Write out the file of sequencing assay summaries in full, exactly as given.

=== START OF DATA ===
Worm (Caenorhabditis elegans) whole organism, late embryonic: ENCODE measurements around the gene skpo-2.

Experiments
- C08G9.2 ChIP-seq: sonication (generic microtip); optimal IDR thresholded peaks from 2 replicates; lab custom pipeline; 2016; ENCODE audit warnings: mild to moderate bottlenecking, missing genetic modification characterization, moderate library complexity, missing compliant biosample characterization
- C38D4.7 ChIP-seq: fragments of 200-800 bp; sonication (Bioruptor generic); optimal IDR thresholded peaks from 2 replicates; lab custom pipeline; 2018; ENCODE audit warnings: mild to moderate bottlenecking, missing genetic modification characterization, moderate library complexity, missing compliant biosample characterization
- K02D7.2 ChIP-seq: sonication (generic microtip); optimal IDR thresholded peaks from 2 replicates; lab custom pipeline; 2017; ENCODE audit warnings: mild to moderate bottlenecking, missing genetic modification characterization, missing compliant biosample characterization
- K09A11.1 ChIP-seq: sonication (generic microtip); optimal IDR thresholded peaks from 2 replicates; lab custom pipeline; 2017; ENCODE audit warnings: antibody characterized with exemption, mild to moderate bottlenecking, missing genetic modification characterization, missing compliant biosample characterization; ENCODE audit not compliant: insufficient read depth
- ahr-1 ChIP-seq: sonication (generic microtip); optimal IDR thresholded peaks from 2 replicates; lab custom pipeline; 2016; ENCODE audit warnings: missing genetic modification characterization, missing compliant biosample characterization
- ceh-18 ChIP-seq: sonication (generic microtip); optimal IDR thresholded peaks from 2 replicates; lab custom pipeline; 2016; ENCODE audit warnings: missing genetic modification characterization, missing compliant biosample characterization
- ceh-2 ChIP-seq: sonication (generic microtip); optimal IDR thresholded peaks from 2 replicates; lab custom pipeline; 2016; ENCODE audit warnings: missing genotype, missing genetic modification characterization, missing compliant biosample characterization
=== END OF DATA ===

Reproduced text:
Worm (Caenorhabditis elegans) whole organism, late embryonic: ENCODE measurements around the gene skpo-2.

Experiments
- C08G9.2 ChIP-seq: sonication (generic microtip); optimal IDR thresholded peaks from 2 replicates; lab custom pipeline; 2016; ENCODE audit warnings: mild to moderate bottlenecking, missing genetic modification characterization, moderate library complexity, missing compliant biosample characterization
- C38D4.7 ChIP-seq: fragments of 200-800 bp; sonication (Bioruptor generic); optimal IDR thresholded peaks from 2 replicates; lab custom pipeline; 2018; ENCODE audit warnings: mild to moderate bottlenecking, missing genetic modification characterization, moderate library complexity, missing compliant biosample characterization
- K02D7.2 ChIP-seq: sonication (generic microtip); optimal IDR thresholded peaks from 2 replicates; lab custom pipeline; 2017; ENCODE audit warnings: mild to moderate bottlenecking, missing genetic modification characterization, missing compliant biosample characterization
- K09A11.1 ChIP-seq: sonication (generic microtip); optimal IDR thresholded peaks from 2 replicates; lab custom pipeline; 2017; ENCODE audit warnings: antibody characterized with exemption, mild to moderate bottlenecking, missing genetic modification characterization, missing compliant biosample characterization; ENCODE audit not compliant: insufficient read depth
- ahr-1 ChIP-seq: sonication (generic microtip); optimal IDR thresholded peaks from 2 replicates; lab custom pipeline; 2016; ENCODE audit warnings: missing genetic modification characterization, missing compliant biosample characterization
- ceh-18 ChIP-seq: sonication (generic microtip); optimal IDR thresholded peaks from 2 replicates; lab custom pipeline; 2016; ENCODE audit warnings: missing genetic modification characterization, missing compliant biosample characterization
- ceh-2 ChIP-seq: sonication (generic microtip); optimal IDR thresholded peaks from 2 replicates; lab custom pipeline; 2016; ENCODE audit warnings: missing genotype, missing genetic modification characterization, missing compliant biosample characterization